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Why Investing in Your Pharmacy Employees is Better than Relying on Raw Talent
Several months ago, a graphic started to make the rounds online. You may have seen it on Facebook, LinkedIn, or Twitter. With a refreshingly unhidden agenda, the graphic was titled “10 Things That Require Zero Talent”. It is exactly as it sounds and at first glance it seems to be something that shouldn’t even need […]
Several months ago, a graphic started to make the rounds online. You may have seen it on Facebook, LinkedIn, or Twitter. With a refreshingly unhidden agenda, the graphic was titled “10 Things That Require Zero Talent”. It is exactly as it sounds and at first glance it seems to be something that shouldn’t even need to be said. (Being on time, work ethic, effort, body language, energy, attitude, passion, being coachable, doing extra and being prepared) The importance of these characteristics is something we all should have learned after our first day of work at our very first job. And as a pharmacy owner or manager, they are certainly characteristics that you should be looking for when you hire new pharmacy staff.
I think we can all agree that everyone should pay attention to each and every item on the checklist, and do their best to display these characteristics (especially when working in customer service). But I think there’s more to it than acknowledgement. In the world of pharmacy, so much of what you do is amplified because pharmacy customers are relying on you and your staff to help them get healthy and stay healthy. It’s not only you who needs to see that your employees are on time and passionate, but your customers as well. After all, at the end of the day, it’s their opinions that matter the most.
To accomplish this, you need to do more than set expectations with your employees. Instead, provide them with the tools and infrastructure to make sure that your pharmacy customers can see how much your employees can shine. Here’s a closer look at how you can help your employees succeed in the eyes of your customers in some key areas.
Being on time and being prepared – In a pharmacy this goes far beyond showing up to work when you’re supposed to. Being on time means serving your customers in a timely manner and having their prescriptions ready when they expect them to be. There are so many different factors involved in every transaction that the only real way to accomplish this is by implementing systems to help you. Knowing that there are additional prescriptions available for pickup so the customer doesn’t leave without one and being able to quickly check customers out without unnecessary delay are a couple of major things that will help customers see your pharmacy as efficient and on time. These same tools help you seem well prepared in all of your customer facing interactions.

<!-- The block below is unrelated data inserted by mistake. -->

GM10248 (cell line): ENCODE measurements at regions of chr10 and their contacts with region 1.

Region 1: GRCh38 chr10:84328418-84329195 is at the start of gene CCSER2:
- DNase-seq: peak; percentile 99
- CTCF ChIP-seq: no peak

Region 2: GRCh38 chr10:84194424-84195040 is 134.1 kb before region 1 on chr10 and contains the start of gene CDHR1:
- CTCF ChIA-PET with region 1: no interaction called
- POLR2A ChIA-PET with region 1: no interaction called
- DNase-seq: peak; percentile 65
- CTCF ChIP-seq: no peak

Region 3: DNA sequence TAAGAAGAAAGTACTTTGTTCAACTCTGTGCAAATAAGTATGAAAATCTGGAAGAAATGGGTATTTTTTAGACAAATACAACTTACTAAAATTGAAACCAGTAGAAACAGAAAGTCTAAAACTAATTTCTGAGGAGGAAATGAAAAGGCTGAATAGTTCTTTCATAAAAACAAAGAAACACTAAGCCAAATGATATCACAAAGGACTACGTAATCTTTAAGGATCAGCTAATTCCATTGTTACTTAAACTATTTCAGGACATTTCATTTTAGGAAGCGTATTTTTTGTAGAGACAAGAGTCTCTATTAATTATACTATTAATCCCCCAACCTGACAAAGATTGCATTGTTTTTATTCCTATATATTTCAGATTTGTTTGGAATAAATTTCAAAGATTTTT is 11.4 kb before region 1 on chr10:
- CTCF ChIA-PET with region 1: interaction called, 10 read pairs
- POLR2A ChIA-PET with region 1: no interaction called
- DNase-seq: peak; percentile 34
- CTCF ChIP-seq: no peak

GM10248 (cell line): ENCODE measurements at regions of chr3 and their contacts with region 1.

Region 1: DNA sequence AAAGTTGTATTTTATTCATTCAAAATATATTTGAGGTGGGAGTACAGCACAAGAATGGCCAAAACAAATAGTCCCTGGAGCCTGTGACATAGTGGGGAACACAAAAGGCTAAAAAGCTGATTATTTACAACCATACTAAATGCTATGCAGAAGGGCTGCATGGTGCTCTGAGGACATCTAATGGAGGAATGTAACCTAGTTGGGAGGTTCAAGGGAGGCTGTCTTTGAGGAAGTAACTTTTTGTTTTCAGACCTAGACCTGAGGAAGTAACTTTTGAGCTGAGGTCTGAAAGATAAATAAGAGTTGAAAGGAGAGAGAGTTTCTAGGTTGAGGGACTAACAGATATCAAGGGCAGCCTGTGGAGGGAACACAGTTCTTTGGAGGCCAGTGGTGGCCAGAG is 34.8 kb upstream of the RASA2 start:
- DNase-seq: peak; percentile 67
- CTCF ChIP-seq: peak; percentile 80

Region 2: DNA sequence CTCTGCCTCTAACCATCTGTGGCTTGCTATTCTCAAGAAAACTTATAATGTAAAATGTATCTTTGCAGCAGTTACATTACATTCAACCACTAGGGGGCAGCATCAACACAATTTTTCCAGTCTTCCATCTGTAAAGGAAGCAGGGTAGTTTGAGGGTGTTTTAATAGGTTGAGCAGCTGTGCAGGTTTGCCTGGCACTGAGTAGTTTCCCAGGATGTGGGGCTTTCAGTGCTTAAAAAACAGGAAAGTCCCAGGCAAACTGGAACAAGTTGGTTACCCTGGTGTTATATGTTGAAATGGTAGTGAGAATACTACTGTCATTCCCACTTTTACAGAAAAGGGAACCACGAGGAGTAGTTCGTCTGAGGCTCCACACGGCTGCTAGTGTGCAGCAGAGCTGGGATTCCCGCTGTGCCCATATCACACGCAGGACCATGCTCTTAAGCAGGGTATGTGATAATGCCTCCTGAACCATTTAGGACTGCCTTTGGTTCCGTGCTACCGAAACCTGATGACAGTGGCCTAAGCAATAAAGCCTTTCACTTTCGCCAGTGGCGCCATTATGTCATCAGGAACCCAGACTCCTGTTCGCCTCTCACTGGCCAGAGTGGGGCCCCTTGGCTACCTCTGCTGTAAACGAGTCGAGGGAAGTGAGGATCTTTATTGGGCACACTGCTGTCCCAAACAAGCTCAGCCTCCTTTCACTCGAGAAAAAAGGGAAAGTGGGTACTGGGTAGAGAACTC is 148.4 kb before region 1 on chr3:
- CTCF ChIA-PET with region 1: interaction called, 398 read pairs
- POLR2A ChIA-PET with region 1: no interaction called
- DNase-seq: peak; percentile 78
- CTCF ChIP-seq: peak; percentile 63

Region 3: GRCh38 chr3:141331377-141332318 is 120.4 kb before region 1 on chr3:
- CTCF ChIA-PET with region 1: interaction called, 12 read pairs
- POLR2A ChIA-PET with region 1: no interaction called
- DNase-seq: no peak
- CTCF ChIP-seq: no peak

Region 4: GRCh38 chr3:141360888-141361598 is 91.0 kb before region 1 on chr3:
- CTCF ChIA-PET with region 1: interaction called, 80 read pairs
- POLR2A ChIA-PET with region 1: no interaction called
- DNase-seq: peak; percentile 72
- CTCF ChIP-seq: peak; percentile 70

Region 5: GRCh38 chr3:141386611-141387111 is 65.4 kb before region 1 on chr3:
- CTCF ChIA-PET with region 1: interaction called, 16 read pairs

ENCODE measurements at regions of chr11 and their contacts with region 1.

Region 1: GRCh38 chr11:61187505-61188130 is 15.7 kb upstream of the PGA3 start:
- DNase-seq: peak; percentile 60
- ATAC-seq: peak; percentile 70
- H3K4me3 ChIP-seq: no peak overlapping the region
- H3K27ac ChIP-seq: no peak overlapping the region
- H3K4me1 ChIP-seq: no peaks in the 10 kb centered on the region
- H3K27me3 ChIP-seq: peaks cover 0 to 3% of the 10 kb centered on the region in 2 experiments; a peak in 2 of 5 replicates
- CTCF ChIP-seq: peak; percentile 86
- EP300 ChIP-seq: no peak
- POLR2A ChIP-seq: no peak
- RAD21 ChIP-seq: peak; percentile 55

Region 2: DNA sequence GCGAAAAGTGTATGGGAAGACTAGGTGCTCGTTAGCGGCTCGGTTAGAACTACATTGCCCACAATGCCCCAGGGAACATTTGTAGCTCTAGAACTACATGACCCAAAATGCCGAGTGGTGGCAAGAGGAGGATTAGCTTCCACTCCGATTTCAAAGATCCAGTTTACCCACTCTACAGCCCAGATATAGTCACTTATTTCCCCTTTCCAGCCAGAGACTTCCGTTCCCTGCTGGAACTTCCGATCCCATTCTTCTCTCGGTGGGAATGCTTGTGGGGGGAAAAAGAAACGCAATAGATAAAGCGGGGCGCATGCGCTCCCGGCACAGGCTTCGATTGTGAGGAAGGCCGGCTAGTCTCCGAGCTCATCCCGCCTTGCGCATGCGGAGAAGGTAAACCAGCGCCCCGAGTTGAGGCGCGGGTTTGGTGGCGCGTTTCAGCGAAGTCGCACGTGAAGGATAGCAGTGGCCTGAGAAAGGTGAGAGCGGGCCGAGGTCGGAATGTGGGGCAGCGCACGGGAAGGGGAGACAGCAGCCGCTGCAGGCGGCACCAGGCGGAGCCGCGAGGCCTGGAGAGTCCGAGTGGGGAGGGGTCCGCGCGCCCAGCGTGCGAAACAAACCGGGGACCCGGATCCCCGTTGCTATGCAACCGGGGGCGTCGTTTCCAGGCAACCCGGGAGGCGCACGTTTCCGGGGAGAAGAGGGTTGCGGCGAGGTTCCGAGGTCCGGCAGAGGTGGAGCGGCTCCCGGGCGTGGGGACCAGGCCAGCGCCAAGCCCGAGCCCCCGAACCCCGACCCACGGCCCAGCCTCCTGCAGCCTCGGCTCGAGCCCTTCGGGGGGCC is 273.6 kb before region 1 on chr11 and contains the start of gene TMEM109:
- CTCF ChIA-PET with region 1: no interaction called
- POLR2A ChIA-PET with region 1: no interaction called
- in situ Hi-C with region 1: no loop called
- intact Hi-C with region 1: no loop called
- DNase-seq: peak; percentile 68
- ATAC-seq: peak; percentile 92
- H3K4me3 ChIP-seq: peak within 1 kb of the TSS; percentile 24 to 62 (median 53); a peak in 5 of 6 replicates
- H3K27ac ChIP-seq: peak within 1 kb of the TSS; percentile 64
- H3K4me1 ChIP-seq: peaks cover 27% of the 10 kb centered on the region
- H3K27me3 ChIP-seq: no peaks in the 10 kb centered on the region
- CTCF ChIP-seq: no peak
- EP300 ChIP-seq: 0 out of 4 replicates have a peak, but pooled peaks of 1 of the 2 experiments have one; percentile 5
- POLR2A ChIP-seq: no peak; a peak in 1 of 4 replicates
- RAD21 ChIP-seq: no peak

Work Ethic – Work ethic is defined as “a belief in the moral benefit and importance of work and its inherent ability to strengthen character.” Of course there’s individual work ethic which is so important, but your customers really won’t see work ethic on an individual basis (unless someone goes way above and beyond or falls short of the bar). What they will see is that your pharmacy employees seem to understand the importance of what they do and are striving towards a common goal. This is where your Mission and Vision Statements come into play. Display them for your customers to see and make sure your pharmacy employees know these statements inside and out.
Body Language – I sometimes have to consciously adjust my posture because I often stand with my arms crossed over my chest. I don’t usually mean anything by it but it certainly doesn’t send a great message if I’m trying to have an open positive conversation. Despite our natural comfort zone, we should adopt an open relaxed position, smile and maintain eye contact. These are all things that are proven to improve the customer experience. But here’s the thing: if you’ve got a counter between you and the customer, how can your body language make any positive difference? It can’t, unless you remove the counter from the equation. This is where mobile POS technology can help. Removing barriers between your pharmacy staff and your customers can make a big difference in the overall customer experience.
Be Coachable – This applies to everyone in the pharmacy, from owners to pharmacy technicians to clerks. If you can’t accept feedback and adapt accordingly, you’ll never grow. Remember, coaching can come from all different sources. Of course customers may be your most frequent suppliers of feedback, but you should also be open to suggestions from employees. And don’t discount advice from your pharmacy business partners. Your pharmacy system and pharmacy POS providers should be experts in the pharmacy industry and can often provide insight to help solve a particular problem.
Doing Extra – For a pharmacy, this really means services. Think Curbside Delivery, patient counseling, customer loyalty and rewards, or recommending supplements. All of these things will help your customers see your pharmacy as going the extra mile.
This is a closer look at just some of the characteristics that impact how effectively your pharmacy operates and how successful it will become. I encourage you to focus on one of these areas at a time and think of ways that you can help your employees become better. What ideas do you have? I’d love to see them in the comments section below.